15/06/2011 Newsnight


15/06/2011

In-depth investigation and analysis of the stories behind the day's headlines with Jeremy Paxman.


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Riots on the streets of Athens, as protests show the extent of Greek

:00:09.:00:12.

resistance to the medicine they are supposed to take in exchange for

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the rescue of their economy. The protests are authentically

:00:16.:00:22.

Greek, the consequences may be much, much wider. This is a problem not

:00:22.:00:26.

just for the riot police and the Greek Government. Because what

:00:26.:00:29.

you're looking at here is the frontline of the world's financial

:00:29.:00:33.

system. It's six months since the start of

:00:33.:00:39.

the Arab uprisings. In Libya, NATO fights to save civilians from the

:00:39.:00:43.

wrath of a dictator. In Syria, NATO does nothing.

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We ask the Foreign Secretary if British foreign policy is now being

:00:47.:00:52.

made by Russia, China and tyrannies in the Middle East.

:00:52.:00:56.

Both the financial crisis and the Arab Spring caught us by sur pri,

:00:56.:01:00.

but they shouldn't have done. We speak to Nassim Nicholas Taleb, who

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says what he calls Black Swan events only catch us out because we

:01:04.:01:08.

are looking at them the wrong way. There is a deep lunar eclipse

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happening. We summon one of the nation's favourite astronomers.

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:01:23.:01:25.

When you think about space it is like dead big!

:01:25.:01:29.

Punch-up, tear gas and a Government in crisis. Opposition to Greece's

:01:29.:01:39.

attempts to comply with the terms of the 100 billion euro loan is

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running high. We shouldn't get pulled along with the news, the

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mess the country is in was largely caused by pack of lies told by

:01:48.:01:53.

Government. But today's protests and political chaos in Greece, do

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have potential ramifications right across Europe, and perhaps beyond.

:01:58.:02:08.
:02:08.:02:08.

Beware of Greeks taking gifts. Our economics editor is in Athens.

:02:08.:02:18.
:02:18.:02:20.

It started early, the trade unions converged on central Athens and the

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rest of Greece shut down. Today's general strike pulled, say its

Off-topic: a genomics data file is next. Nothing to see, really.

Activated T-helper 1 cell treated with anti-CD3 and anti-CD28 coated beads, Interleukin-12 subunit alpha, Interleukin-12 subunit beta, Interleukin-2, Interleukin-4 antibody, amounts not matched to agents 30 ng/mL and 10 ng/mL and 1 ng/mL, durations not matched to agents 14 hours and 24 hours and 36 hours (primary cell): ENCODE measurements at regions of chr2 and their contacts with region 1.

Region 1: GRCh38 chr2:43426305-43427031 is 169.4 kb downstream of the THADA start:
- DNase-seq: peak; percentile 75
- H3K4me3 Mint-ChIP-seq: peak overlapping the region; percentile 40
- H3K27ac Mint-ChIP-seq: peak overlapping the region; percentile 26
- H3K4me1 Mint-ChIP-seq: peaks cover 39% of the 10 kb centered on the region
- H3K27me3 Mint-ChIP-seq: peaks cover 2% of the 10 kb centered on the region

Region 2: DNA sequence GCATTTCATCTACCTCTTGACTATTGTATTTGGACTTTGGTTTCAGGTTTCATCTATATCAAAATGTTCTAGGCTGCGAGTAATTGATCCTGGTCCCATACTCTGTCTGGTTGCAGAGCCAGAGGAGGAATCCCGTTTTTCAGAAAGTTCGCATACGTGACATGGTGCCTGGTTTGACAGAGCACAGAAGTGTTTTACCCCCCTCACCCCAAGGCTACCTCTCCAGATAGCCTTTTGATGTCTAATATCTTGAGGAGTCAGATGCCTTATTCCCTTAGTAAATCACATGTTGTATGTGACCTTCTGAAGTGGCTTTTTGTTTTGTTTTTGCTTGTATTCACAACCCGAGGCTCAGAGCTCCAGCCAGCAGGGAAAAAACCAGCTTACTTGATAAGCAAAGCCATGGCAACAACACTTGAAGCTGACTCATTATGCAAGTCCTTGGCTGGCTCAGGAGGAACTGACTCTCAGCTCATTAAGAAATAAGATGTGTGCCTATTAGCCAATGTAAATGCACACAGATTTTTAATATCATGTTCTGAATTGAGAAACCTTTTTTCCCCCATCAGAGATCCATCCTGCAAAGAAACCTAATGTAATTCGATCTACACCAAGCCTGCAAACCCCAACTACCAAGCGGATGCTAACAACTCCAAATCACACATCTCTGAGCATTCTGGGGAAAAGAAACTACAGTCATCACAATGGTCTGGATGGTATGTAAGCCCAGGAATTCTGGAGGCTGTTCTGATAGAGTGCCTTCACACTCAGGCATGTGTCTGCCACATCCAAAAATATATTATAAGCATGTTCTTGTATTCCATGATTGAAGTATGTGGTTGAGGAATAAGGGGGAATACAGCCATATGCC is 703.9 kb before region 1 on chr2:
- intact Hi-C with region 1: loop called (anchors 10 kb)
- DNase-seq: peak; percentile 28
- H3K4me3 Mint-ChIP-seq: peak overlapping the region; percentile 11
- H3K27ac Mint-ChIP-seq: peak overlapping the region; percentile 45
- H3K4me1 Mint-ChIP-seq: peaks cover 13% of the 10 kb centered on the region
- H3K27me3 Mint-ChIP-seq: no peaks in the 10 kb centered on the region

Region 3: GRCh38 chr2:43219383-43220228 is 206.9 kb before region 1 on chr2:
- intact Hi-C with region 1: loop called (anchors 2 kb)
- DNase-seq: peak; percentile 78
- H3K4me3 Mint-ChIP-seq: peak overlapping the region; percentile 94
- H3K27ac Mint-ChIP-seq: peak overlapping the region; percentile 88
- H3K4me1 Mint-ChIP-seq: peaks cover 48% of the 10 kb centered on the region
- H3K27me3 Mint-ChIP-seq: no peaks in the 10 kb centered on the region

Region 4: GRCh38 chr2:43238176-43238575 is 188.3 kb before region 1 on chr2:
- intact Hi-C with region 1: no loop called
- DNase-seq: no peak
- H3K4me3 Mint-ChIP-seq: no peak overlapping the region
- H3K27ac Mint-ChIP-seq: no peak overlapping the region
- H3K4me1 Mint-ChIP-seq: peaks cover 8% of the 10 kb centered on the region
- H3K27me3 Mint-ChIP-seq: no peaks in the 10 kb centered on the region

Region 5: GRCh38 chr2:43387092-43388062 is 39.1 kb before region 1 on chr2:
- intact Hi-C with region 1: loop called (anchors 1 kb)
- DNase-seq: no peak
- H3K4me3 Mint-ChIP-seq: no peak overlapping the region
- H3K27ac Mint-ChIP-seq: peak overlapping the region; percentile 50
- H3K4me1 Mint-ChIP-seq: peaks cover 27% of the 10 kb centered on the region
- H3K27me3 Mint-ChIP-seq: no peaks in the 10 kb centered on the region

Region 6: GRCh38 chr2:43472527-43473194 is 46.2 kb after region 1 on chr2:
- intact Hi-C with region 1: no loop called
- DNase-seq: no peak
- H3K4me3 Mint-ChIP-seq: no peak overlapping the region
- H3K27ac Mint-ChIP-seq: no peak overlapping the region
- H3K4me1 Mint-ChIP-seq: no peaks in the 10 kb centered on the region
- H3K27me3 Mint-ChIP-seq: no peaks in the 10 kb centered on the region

:02:28.:02:32.

organisers, one quarter of the Greek population on to the streets.

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In Athens there were taxi drivers, hotel porters, dockers, even

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doctors. I believe that many people will die. You do? Yes, I'm a doctor,

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I'm a cardiologist, I see every day in the hospital coming more and

:02:51.:02:57.

more poor people and the hospitals want money, the public hospitals

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want money in order to enter the people in the hospital.

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But that's just the result of the first round of austerity. It is the

:03:06.:03:10.

second round, demanded by the European Union, that's made the

:03:10.:03:20.
:03:20.:03:20.

Greek protest movement change gear. In the square at the very gates of

:03:20.:03:25.

parliament, the word they are chanting is simply "Greece".

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These are the Facebook youth, camped here for 22 days, not just

:03:29.:03:34.

the left, but nationalists and some right-wingers. What's obvious, here

:03:34.:03:37.

on the frontline, between the police and the protestors, is here

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in Athens it is no longer a matter of class or left against right, but

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here on the square, it is simply a question of Greece versus the IMF,

:03:47.:03:54.

versus the EU, versus the rest of the world.

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They are angry at the media, angrier still at the police. And

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soon, the anger ignites. While Greeks are getting used to this,

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what you are seeing here is a new level of social crisis. So almost

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from nowhere the police just responded to a bit of missile

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throwing by firing tear gas and everybody's run away, but this is

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only the start of what looks like being a long day for the Greek riot

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police, and protestors, this is just the front, this is just the

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beginning. This was the day the Prime Minister

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chose to launch his new austerity plan. He briefed the President on